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Loscoe 503090 b6abed9b.jpg
Highfield House
Loscoe is located in Derbyshire
Location within Derbyshire
Population5,335 (electoral ward, 2011 census)
OS grid referenceSK4224547796
Civil parish
Shire county
Sovereign stateUnited Kingdom
Post townHEANOR
Postcode districtDE75
Dialling code01773
AmbulanceEast Midlands
UK Parliament
List of places
53°01′33″N 1°22′18″W / 53.0258°N 1.3716°W / 53.0258; -1.3716Coordinates: 53°01′33″N 1°22′18″W / 53.0258°N 1.3716°W / 53.0258; -1.3716

Loscoe is a village near Heanor in Derbyshire, England, lying within the civil parish of Heanor and Loscoe. It had prominent coalmines in the 19th and 20th centuries. Denby Common and Codnor Breach are hamlets on the western edge of the village.


The name Loscoe derives from Old Norse words lopt and skógr, as in lopt í skógi, meaning "loft in a wood" or "wood with a loft house".[1][2] It was recorded as Loscowe in 1277.[2]

Loscoe Manor formed part of the wider Draycott Estate; Richard and William de Draycott were recorded at Loscoe (or Loschowe) in 1401. The manor house was demolished in 1704.[3]

Loscoe's economy in the 19th and 20th centuries was dominated by coal mining: pit chimneys and slag heaps were prominent. Three mines operated: Old Loscoe (early 1830s – 1933),[4] Bailey Brook (1847–1938)[5] and Ormonde (1908–1970).[6][7]

Loscoe was in the ecclesiastical parish of Heanor until 1844, when a church was built between Loscoe and neighbouring Codnor to the north, and a joint parish created for them. Loscoe became a separate parish in 1927. Services were held in the mission church until a new parish church, dedicated to St Luke, was completed in 1938.[7]


Loscoe was the site of a landfill gas migration explosion on 24 March 1986. Although there were no fatalities, one house was destroyed by the blast and its three occupants injured.

The atmospheric pressure on the night of the explosion fell 29 hPa (29 mbar) over a seven-hour period, causing the gas to be released from the ground in much greater quantities than usual.[8] In the four hours before the explosion at approximately 6.30 am, the local meteorological office had recorded average falls of 4 hPa (4 mbar) per hour.[9] Several cubic metres of landfill gas (consisting of a 3:2 mixture of methane and carbon dioxide) collected underground near the house at 51 Clarke Avenue, and as the gas expanded it flowed into the space beneath the floor, from where it was drawn by convection to the gas central-heating boiler and ignited.[9]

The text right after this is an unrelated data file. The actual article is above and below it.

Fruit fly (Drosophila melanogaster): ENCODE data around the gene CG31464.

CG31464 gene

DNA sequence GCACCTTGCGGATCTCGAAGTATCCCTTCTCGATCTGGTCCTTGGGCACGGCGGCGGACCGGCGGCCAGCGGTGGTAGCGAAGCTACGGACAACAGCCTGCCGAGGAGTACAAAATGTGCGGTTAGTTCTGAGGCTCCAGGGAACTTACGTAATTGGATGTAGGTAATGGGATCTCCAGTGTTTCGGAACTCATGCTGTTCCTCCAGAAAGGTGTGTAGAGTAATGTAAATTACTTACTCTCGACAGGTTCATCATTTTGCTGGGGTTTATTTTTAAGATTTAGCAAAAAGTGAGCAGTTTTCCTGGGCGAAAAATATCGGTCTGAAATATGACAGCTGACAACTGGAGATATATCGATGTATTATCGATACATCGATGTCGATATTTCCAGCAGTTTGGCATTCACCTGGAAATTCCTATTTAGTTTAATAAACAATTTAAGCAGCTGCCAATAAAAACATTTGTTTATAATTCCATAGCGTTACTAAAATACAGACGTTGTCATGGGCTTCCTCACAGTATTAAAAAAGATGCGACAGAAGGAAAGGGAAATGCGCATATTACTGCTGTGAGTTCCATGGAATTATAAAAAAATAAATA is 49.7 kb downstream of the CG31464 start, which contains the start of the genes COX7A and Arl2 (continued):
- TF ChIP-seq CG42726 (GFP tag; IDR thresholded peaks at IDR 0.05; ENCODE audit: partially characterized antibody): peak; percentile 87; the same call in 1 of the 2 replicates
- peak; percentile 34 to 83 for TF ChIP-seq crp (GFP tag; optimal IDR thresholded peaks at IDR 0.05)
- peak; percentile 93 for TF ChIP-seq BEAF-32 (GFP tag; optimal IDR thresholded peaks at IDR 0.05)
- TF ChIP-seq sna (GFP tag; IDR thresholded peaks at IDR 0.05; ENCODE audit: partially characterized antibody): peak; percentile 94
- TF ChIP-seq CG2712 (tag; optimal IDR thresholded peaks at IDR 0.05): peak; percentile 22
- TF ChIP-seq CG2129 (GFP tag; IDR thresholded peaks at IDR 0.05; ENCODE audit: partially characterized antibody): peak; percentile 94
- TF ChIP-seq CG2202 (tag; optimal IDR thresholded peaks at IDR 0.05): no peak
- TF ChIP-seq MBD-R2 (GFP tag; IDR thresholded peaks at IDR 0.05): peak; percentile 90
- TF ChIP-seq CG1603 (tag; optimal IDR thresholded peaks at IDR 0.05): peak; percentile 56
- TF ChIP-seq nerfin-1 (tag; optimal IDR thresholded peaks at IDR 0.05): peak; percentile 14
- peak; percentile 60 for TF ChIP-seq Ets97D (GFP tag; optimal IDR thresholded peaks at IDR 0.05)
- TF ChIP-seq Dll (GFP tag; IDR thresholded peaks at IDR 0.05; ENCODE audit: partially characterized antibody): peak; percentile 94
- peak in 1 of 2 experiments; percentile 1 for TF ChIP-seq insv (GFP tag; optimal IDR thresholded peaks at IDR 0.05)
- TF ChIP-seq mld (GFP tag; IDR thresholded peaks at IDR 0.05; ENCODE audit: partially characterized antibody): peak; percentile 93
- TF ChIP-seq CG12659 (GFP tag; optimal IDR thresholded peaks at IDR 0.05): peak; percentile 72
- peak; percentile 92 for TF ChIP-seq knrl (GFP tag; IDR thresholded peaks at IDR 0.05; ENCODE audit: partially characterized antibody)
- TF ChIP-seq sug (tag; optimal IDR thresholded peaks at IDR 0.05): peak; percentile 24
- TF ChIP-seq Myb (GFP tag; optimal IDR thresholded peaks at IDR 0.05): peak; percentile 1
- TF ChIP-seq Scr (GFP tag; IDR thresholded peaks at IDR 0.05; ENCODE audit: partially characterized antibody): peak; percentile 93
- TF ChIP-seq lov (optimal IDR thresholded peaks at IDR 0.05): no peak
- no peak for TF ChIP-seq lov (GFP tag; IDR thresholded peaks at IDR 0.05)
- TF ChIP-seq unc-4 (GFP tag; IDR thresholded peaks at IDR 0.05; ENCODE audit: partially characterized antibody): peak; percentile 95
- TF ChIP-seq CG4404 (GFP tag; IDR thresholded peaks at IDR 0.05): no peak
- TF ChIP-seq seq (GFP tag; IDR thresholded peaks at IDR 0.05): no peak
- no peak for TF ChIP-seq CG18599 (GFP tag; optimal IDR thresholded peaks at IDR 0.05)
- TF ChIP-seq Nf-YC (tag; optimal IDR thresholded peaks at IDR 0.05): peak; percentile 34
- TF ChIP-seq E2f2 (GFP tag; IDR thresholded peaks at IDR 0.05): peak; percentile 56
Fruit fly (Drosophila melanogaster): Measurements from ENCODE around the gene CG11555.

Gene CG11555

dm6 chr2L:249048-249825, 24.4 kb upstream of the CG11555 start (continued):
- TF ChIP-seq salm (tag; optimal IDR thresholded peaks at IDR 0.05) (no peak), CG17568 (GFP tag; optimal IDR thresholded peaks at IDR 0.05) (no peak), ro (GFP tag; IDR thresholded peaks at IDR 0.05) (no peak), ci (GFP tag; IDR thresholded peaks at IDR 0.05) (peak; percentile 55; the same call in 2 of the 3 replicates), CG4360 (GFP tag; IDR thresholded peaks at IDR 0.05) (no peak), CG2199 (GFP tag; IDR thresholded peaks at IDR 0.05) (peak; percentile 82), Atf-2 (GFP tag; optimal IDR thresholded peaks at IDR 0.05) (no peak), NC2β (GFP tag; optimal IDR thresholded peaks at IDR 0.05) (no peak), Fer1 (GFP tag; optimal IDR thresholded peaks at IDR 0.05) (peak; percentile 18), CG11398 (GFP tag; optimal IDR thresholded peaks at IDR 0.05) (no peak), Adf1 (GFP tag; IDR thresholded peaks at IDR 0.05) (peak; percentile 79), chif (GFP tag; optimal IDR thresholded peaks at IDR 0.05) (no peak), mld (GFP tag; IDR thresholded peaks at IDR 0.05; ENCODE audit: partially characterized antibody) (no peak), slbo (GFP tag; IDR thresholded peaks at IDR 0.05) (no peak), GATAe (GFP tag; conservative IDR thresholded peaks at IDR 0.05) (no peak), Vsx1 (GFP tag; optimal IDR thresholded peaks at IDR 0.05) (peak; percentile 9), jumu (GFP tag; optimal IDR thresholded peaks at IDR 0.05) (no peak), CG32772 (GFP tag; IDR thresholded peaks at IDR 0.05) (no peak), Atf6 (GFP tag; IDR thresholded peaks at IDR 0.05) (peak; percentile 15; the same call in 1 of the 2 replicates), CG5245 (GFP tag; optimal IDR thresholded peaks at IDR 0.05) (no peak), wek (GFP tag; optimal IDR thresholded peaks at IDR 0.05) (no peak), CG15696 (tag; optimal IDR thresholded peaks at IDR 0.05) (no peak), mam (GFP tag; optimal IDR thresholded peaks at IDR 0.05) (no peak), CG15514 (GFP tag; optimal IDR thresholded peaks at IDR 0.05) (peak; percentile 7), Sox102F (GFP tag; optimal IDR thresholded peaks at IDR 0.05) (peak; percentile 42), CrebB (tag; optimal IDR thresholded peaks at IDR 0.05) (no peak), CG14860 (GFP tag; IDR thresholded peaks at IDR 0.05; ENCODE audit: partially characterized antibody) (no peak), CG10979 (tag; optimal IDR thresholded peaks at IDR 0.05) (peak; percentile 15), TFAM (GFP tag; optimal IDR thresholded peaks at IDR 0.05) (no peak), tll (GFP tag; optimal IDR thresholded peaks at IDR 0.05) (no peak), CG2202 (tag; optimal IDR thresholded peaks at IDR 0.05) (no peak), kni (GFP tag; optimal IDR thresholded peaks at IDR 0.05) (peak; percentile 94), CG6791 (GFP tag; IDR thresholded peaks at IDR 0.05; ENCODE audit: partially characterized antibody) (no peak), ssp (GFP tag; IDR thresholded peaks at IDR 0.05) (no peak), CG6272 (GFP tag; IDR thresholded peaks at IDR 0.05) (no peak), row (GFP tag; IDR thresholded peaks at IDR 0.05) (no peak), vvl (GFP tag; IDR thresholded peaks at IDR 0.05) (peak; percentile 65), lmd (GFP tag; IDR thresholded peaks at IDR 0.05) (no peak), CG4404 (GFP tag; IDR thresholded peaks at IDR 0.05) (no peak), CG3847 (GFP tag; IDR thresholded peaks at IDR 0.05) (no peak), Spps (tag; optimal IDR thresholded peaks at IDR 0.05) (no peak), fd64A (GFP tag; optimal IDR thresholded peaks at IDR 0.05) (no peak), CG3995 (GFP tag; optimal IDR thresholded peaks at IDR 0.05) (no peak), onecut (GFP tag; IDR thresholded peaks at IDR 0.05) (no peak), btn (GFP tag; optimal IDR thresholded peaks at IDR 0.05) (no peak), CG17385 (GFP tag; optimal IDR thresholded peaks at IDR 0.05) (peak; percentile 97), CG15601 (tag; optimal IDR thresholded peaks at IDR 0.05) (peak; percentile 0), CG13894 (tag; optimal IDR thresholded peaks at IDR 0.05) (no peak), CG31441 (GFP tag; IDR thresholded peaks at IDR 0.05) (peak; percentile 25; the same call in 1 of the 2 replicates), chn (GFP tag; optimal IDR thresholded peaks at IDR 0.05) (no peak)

The incident led to the introduction of key British legislation and government guidance, with research into landfill behaviour and revised best practice at landfill sites.[10] These moves were designed to vent gas into the atmosphere over time, then to burn off methane, and eventually in the most productive sites, to use gas turbines to turn the gas into electric power for the national grid.


In the 2011 census the electoral ward of Heanor and Loscoe (covering Loscoe and north-western parts of Heanor) had 2,285 dwellings,[11] 2,216 households and a population of 5,335.[12] The average age of residents was 40.5 (39.3 for England as a whole) and 17.9 per cent were aged 65 or over (16.4 per cent for England as a whole).[13]


For representation within Heanor and Loscoe Town Council and Amber Valley Borough Council, Heanor and Loscoe civil parish is divided into three electoral wards: Heanor East, Heanor West and Heanor and Loscoe. In the May 2019 Parish Council elections, the Heanor and Loscoe Ward obtained seven seats, made up of four Labour and three Conservative candidates.[14]

Notable residents[edit]

  • Francis Tantum (1674—1729), clockmaker[15]
  • BMX racer Dale Holmes was born here on 6 October 1971.

See also[edit]


  1. ^ Merja Stenroos; Martti Mäkinen; Inge Særheim, eds. (2012). Language Contact and Development around the North Sea. John Benjamins Publishing. pp. 177–184. ISBN 9789027274663. Retrieved 28 March 2016.
  2. ^ a b Mills, David (2011). A Dictionary of British Place Names. Oxford University Press. p. 307. ISBN 9780199609086. Retrieved 28 March 2016.
  3. ^ "Red River Local Nature Reserve". Heanor and Loscoe Town Council. 2011. Retrieved 28 March 2016.
  4. ^ "Loscoe Coal Colliery (United Kingdom)". AditNow.co.uk. Retrieved 29 March 2016.
  5. ^ "Bailey Brook Coal Colliery (United Kingdom)". AditNow.co.uk. Retrieved 29 March 2016.
  6. ^ "Ormonde Coal Colliery (United Kingdom)". AditNow.co.uk. Retrieved 29 March 2016.
  7. ^ a b "Loscoe". Heanor and District Local History Society. 29 September 2013. Retrieved 29 March 2016.
  8. ^ McWilliams, Brendan (5 July 2003). "When barometric pressure is lethal". Irish Times. Dublin. p. 24.
  9. ^ a b Milne, Roger (25 February 1988). "Methane menace seeps to the surface". New Scientist. 117 (1601): 27. ISSN 0262-4079.
  10. ^ DoE Report CWM039A+B/92 Young, A. (1992)
  11. ^ "Area: Heanor and Loscoe (Ward). Dwellings, Household Spaces and Accommodation Type, 2011 (KS401EW)". Neighbourhood Statistics. Office for National Statistics. Retrieved 5 April 2016.
  12. ^ "Area: Heanor and Loscoe (Ward). Key Figures for 2011 Census: Key Statistics". Neighbourhood Statistics. Office for National Statistics. Retrieved 5 April 2016.
  13. ^ "Area: Heanor and Loscoe (Ward). Age Structure, 2011 (KS102EW)". Neighbourhood Statistics. Office for National Statistics. Retrieved 5 April 2016.
  14. ^ "2 May 2019 parish elections". 25 May 2021.
  15. ^ Marshall, Tim. "Quaker Clockmakers" (PDF).

External links[edit]

Media related to Loscoe at Wikimedia Commons